Olympic Games Rumors
So when John Stockton pulled a bit of a trick on fans when he interviewed them on the street in this video, he could do it (wearing sunglasses of course) without being recognized. Until, of course, his son pointed to a fan’s shirt and said “that’s my dad!” The confused random fan then figured it out. “Do you play on the team?” she asked, her eyes wide. The video closes out with Stockton, with his ’90s camcorder, walking down the street with his family, unnoticed, and joking that he just can’t go anywhere without being mobbed.
USA at the Olympics: Win Shares of players selected to the squad the season before the tournament. So yeah, the 2004 team was the worst.
Because of the cache that USA Basketball Director Jerry Colangelo has created by playing in the Olympics today, it’s hard to forget how difficult people thought it would be back then to get NBA players to play in the Games, to play for a relative pittance and sacrifice their precious down time after a grueling season. But the exclusivity was the hook; if players knew only a few would be chosen, it created desire to be there, like being in a club that almost no one else could join. “I remember people like Billy Packer saying players would never give up their summer,” Granik told me years later. But the committee found it to be, relatively, easier than people believed it would be to get commitments.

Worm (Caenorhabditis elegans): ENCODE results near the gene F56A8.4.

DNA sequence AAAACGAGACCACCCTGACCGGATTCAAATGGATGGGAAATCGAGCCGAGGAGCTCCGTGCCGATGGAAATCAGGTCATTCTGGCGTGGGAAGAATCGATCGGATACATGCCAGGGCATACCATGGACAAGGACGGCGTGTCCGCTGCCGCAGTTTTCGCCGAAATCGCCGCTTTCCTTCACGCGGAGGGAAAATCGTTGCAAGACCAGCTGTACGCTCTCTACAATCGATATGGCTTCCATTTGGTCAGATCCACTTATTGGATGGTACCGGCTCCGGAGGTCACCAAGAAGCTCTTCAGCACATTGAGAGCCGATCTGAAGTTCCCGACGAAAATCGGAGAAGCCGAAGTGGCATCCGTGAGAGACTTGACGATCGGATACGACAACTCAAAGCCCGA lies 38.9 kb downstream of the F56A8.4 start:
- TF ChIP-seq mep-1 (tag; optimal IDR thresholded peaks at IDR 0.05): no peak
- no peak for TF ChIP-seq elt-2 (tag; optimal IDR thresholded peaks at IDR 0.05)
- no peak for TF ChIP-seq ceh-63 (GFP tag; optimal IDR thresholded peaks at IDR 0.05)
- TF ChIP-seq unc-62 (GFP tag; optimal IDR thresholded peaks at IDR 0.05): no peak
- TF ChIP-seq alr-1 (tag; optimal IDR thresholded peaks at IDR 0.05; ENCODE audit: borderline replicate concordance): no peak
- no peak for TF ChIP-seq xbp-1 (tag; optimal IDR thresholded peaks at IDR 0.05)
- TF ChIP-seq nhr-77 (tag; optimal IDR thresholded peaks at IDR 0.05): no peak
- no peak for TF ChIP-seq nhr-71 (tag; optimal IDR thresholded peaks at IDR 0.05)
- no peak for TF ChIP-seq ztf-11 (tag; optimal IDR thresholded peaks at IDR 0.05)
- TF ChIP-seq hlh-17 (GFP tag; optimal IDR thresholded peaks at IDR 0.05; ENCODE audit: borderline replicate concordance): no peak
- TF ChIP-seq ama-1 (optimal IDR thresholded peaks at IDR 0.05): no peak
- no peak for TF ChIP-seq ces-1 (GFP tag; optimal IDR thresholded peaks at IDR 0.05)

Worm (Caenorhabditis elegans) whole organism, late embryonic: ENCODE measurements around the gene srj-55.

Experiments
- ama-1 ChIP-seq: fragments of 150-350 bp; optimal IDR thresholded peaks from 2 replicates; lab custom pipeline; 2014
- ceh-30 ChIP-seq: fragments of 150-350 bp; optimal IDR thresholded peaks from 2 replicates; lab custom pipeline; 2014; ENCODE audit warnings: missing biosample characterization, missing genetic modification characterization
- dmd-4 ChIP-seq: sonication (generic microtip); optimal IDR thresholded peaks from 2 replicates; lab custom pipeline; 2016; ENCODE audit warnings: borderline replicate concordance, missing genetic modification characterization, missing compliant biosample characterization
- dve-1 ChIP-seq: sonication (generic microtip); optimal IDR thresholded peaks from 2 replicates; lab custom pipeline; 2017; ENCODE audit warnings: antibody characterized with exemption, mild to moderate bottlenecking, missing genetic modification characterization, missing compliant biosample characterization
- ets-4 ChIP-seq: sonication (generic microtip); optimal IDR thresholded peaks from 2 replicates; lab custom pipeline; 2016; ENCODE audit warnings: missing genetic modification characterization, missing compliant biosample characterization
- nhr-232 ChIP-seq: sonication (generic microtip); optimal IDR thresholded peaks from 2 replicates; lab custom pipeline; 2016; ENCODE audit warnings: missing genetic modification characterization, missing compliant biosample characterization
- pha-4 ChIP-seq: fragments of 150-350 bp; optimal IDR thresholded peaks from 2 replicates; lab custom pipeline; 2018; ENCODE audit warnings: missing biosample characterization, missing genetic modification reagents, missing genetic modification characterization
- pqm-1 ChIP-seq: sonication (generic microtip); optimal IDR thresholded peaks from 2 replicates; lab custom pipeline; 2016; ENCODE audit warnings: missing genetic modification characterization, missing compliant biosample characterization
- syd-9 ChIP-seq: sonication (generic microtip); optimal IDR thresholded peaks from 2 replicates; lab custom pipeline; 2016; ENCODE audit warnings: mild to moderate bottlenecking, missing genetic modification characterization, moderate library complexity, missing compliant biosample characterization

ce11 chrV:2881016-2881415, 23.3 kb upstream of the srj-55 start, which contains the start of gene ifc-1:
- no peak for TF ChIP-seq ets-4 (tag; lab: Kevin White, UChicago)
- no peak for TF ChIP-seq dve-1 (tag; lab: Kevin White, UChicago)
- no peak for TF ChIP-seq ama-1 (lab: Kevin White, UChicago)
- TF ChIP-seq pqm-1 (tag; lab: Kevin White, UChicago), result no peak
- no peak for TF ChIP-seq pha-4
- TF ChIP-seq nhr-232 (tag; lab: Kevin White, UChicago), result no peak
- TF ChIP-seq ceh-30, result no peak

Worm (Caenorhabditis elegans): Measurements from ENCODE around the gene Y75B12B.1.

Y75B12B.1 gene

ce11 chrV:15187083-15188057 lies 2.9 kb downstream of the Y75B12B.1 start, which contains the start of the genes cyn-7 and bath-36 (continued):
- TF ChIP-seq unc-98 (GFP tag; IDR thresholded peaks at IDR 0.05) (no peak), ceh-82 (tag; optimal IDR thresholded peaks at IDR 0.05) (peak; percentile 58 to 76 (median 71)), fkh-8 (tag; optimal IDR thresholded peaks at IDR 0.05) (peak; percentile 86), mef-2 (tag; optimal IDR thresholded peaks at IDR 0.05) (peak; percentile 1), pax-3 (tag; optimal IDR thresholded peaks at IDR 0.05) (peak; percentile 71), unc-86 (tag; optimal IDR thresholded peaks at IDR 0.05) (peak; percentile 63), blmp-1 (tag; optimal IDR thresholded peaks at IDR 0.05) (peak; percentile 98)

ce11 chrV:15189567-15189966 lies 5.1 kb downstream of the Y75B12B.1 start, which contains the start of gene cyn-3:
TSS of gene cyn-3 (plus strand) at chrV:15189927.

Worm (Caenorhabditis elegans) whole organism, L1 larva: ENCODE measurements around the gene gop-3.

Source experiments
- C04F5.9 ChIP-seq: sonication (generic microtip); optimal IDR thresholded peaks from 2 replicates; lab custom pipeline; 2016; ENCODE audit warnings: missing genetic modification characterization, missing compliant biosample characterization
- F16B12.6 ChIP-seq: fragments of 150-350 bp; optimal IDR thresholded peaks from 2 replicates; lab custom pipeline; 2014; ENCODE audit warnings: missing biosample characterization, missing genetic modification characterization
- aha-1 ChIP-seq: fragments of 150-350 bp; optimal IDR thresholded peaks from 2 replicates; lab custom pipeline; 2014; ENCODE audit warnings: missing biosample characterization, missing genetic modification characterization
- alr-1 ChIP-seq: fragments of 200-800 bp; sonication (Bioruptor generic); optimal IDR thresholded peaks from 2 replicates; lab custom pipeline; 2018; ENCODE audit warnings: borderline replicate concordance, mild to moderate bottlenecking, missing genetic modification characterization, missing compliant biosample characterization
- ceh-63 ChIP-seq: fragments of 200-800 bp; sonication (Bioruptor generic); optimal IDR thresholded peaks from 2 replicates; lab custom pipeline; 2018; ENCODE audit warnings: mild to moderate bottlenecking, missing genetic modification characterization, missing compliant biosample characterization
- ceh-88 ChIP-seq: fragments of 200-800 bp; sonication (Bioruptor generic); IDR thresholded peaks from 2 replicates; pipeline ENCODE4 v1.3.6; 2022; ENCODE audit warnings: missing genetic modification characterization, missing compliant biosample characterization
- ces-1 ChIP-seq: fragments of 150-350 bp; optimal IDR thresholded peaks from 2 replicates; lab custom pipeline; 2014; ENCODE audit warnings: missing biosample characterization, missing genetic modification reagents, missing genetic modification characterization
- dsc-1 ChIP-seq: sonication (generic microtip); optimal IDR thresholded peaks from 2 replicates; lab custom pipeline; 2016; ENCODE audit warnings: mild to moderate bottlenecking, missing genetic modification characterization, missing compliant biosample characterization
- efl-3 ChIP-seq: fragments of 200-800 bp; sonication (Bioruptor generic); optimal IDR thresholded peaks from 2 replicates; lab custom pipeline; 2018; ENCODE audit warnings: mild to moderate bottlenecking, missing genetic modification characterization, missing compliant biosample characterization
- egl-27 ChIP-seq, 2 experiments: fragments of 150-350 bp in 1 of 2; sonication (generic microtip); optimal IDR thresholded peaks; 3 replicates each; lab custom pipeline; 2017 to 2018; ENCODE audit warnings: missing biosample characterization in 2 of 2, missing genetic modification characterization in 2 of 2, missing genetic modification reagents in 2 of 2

“Players played in the Olympics in college,” Granik said. “And at that time, most of the players played in college. If it was their junior or senior year, they would play in the Olympics if they were Michael Jordan or Patrick Ewing. And if they were Larry Bird or Magic Johnson and left school early, they never had an opportunity to play, and they missed it. Every player had the same reaction. Rod called most of the players. Two or three, we called together. I called a couple that I knew. We told them the kind of players we were trying to recruit. They all had the same reaction — if you can put that kind of team together, I’m on board.”